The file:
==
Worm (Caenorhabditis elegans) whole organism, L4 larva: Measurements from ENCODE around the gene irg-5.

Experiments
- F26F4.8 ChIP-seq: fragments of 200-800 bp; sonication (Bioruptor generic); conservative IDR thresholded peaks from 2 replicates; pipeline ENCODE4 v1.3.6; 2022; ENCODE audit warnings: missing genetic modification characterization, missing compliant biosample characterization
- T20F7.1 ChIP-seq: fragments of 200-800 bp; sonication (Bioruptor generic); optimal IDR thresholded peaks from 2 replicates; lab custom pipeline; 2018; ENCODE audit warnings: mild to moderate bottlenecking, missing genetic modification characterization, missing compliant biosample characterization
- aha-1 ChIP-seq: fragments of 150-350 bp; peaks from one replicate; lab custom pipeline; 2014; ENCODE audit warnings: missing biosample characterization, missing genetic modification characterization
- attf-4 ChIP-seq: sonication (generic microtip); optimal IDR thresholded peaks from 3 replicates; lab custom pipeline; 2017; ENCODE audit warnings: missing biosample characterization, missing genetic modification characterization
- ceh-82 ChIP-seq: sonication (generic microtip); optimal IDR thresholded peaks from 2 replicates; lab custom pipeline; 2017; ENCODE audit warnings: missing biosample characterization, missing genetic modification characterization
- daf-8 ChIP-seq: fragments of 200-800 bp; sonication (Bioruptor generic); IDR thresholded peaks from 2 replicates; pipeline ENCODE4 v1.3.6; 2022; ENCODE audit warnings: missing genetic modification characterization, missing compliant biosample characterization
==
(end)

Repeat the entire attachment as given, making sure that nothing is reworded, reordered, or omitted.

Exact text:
Worm (Caenorhabditis elegans) whole organism, L4 larva: Measurements from ENCODE around the gene irg-5.

Experiments
- F26F4.8 ChIP-seq: fragments of 200-800 bp; sonication (Bioruptor generic); conservative IDR thresholded peaks from 2 replicates; pipeline ENCODE4 v1.3.6; 2022; ENCODE audit warnings: missing genetic modification characterization, missing compliant biosample characterization
- T20F7.1 ChIP-seq: fragments of 200-800 bp; sonication (Bioruptor generic); optimal IDR thresholded peaks from 2 replicates; lab custom pipeline; 2018; ENCODE audit warnings: mild to moderate bottlenecking, missing genetic modification characterization, missing compliant biosample characterization
- aha-1 ChIP-seq: fragments of 150-350 bp; peaks from one replicate; lab custom pipeline; 2014; ENCODE audit warnings: missing biosample characterization, missing genetic modification characterization
- attf-4 ChIP-seq: sonication (generic microtip); optimal IDR thresholded peaks from 3 replicates; lab custom pipeline; 2017; ENCODE audit warnings: missing biosample characterization, missing genetic modification characterization
- ceh-82 ChIP-seq: sonication (generic microtip); optimal IDR thresholded peaks from 2 replicates; lab custom pipeline; 2017; ENCODE audit warnings: missing biosample characterization, missing genetic modification characterization
- daf-8 ChIP-seq: fragments of 200-800 bp; sonication (Bioruptor generic); IDR thresholded peaks from 2 replicates; pipeline ENCODE4 v1.3.6; 2022; ENCODE audit warnings: missing genetic modification characterization, missing compliant biosample characterization